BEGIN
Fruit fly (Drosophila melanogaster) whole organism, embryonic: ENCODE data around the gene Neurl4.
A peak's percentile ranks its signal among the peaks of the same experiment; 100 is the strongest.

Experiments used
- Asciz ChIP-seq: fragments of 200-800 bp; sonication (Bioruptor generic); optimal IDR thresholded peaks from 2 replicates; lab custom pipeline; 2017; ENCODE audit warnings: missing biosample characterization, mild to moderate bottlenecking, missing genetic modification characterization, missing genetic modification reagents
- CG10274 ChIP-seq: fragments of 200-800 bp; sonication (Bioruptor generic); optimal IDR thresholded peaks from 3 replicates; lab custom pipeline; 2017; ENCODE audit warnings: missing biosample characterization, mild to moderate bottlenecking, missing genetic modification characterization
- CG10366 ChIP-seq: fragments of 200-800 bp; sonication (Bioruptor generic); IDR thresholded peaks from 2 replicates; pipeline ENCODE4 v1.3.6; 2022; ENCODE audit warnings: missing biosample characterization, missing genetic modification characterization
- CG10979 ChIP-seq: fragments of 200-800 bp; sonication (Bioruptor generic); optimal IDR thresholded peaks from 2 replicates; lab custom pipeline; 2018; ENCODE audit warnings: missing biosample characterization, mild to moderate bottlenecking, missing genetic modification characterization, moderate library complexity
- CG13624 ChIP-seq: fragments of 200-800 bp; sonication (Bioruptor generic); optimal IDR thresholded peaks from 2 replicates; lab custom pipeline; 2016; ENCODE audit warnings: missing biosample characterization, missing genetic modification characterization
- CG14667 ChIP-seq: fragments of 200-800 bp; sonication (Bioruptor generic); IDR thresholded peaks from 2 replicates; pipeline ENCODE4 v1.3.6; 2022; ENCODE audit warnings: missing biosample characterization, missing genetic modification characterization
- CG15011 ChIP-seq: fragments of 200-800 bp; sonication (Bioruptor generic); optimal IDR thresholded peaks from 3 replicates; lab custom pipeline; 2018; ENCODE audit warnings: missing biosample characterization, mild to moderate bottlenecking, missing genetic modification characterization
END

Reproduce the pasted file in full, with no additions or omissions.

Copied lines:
Fruit fly (Drosophila melanogaster) whole organism, embryonic: ENCODE data around the gene Neurl4.
A peak's percentile ranks its signal among the peaks of the same experiment; 100 is the strongest.

Experiments used
- Asciz ChIP-seq: fragments of 200-800 bp; sonication (Bioruptor generic); optimal IDR thresholded peaks from 2 replicates; lab custom pipeline; 2017; ENCODE audit warnings: missing biosample characterization, mild to moderate bottlenecking, missing genetic modification characterization, missing genetic modification reagents
- CG10274 ChIP-seq: fragments of 200-800 bp; sonication (Bioruptor generic); optimal IDR thresholded peaks from 3 replicates; lab custom pipeline; 2017; ENCODE audit warnings: missing biosample characterization, mild to moderate bottlenecking, missing genetic modification characterization
- CG10366 ChIP-seq: fragments of 200-800 bp; sonication (Bioruptor generic); IDR thresholded peaks from 2 replicates; pipeline ENCODE4 v1.3.6; 2022; ENCODE audit warnings: missing biosample characterization, missing genetic modification characterization
- CG10979 ChIP-seq: fragments of 200-800 bp; sonication (Bioruptor generic); optimal IDR thresholded peaks from 2 replicates; lab custom pipeline; 2018; ENCODE audit warnings: missing biosample characterization, mild to moderate bottlenecking, missing genetic modification characterization, moderate library complexity
- CG13624 ChIP-seq: fragments of 200-800 bp; sonication (Bioruptor generic); optimal IDR thresholded peaks from 2 replicates; lab custom pipeline; 2016; ENCODE audit warnings: missing biosample characterization, missing genetic modification characterization
- CG14667 ChIP-seq: fragments of 200-800 bp; sonication (Bioruptor generic); IDR thresholded peaks from 2 replicates; pipeline ENCODE4 v1.3.6; 2022; ENCODE audit warnings: missing biosample characterization, missing genetic modification characterization
- CG15011 ChIP-seq: fragments of 200-800 bp; sonication (Bioruptor generic); optimal IDR thresholded peaks from 3 replicates; lab custom pipeline; 2018; ENCODE audit warnings: missing biosample characterization, mild to moderate bottlenecking, missing genetic modification characterization